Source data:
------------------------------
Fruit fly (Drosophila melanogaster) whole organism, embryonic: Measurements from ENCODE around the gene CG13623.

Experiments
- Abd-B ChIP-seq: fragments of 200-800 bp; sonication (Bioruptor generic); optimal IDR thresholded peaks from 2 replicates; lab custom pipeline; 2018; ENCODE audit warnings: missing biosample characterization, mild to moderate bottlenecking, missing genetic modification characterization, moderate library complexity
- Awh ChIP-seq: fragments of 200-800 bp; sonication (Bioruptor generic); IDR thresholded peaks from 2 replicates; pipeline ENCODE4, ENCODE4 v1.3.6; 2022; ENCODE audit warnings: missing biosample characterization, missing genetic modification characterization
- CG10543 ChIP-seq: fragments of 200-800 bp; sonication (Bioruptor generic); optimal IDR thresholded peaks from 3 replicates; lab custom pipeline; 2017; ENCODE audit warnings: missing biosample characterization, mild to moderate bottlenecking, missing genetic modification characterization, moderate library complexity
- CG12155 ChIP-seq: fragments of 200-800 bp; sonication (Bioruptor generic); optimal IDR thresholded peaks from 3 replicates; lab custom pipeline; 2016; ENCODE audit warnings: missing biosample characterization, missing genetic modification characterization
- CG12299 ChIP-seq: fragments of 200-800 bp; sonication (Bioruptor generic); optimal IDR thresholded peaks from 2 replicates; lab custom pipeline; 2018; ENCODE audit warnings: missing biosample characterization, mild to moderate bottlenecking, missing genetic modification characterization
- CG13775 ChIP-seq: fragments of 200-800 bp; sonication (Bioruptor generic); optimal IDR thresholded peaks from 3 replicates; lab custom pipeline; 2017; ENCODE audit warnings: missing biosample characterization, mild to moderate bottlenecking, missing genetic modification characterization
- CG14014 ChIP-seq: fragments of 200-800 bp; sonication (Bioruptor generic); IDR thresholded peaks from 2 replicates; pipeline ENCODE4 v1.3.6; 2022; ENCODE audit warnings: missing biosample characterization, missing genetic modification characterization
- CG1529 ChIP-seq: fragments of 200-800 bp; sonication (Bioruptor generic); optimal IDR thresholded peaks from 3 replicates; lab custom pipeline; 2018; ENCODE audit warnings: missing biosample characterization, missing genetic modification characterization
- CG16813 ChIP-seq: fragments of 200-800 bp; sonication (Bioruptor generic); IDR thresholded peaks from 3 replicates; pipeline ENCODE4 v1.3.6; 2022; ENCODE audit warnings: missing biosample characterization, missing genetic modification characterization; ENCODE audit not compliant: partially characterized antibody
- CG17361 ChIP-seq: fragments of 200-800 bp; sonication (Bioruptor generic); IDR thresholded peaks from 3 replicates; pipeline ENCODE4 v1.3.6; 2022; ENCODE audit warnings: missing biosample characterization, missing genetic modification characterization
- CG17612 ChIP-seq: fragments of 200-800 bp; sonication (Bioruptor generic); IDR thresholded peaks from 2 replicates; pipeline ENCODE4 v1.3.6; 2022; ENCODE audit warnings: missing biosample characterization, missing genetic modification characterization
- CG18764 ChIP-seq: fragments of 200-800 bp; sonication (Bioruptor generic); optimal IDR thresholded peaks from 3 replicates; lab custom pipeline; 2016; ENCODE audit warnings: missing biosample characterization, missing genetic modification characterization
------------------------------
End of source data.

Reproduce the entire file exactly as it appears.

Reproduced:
Fruit fly (Drosophila melanogaster) whole organism, embryonic: Measurements from ENCODE around the gene CG13623.

Experiments
- Abd-B ChIP-seq: fragments of 200-800 bp; sonication (Bioruptor generic); optimal IDR thresholded peaks from 2 replicates; lab custom pipeline; 2018; ENCODE audit warnings: missing biosample characterization, mild to moderate bottlenecking, missing genetic modification characterization, moderate library complexity
- Awh ChIP-seq: fragments of 200-800 bp; sonication (Bioruptor generic); IDR thresholded peaks from 2 replicates; pipeline ENCODE4, ENCODE4 v1.3.6; 2022; ENCODE audit warnings: missing biosample characterization, missing genetic modification characterization
- CG10543 ChIP-seq: fragments of 200-800 bp; sonication (Bioruptor generic); optimal IDR thresholded peaks from 3 replicates; lab custom pipeline; 2017; ENCODE audit warnings: missing biosample characterization, mild to moderate bottlenecking, missing genetic modification characterization, moderate library complexity
- CG12155 ChIP-seq: fragments of 200-800 bp; sonication (Bioruptor generic); optimal IDR thresholded peaks from 3 replicates; lab custom pipeline; 2016; ENCODE audit warnings: missing biosample characterization, missing genetic modification characterization
- CG12299 ChIP-seq: fragments of 200-800 bp; sonication (Bioruptor generic); optimal IDR thresholded peaks from 2 replicates; lab custom pipeline; 2018; ENCODE audit warnings: missing biosample characterization, mild to moderate bottlenecking, missing genetic modification characterization
- CG13775 ChIP-seq: fragments of 200-800 bp; sonication (Bioruptor generic); optimal IDR thresholded peaks from 3 replicates; lab custom pipeline; 2017; ENCODE audit warnings: missing biosample characterization, mild to moderate bottlenecking, missing genetic modification characterization
- CG14014 ChIP-seq: fragments of 200-800 bp; sonication (Bioruptor generic); IDR thresholded peaks from 2 replicates; pipeline ENCODE4 v1.3.6; 2022; ENCODE audit warnings: missing biosample characterization, missing genetic modification characterization
- CG1529 ChIP-seq: fragments of 200-800 bp; sonication (Bioruptor generic); optimal IDR thresholded peaks from 3 replicates; lab custom pipeline; 2018; ENCODE audit warnings: missing biosample characterization, missing genetic modification characterization
- CG16813 ChIP-seq: fragments of 200-800 bp; sonication (Bioruptor generic); IDR thresholded peaks from 3 replicates; pipeline ENCODE4 v1.3.6; 2022; ENCODE audit warnings: missing biosample characterization, missing genetic modification characterization; ENCODE audit not compliant: partially characterized antibody
- CG17361 ChIP-seq: fragments of 200-800 bp; sonication (Bioruptor generic); IDR thresholded peaks from 3 replicates; pipeline ENCODE4 v1.3.6; 2022; ENCODE audit warnings: missing biosample characterization, missing genetic modification characterization
- CG17612 ChIP-seq: fragments of 200-800 bp; sonication (Bioruptor generic); IDR thresholded peaks from 2 replicates; pipeline ENCODE4 v1.3.6; 2022; ENCODE audit warnings: missing biosample characterization, missing genetic modification characterization
- CG18764 ChIP-seq: fragments of 200-800 bp; sonication (Bioruptor generic); optimal IDR thresholded peaks from 3 replicates; lab custom pipeline; 2016; ENCODE audit warnings: missing biosample characterization, missing genetic modification characterization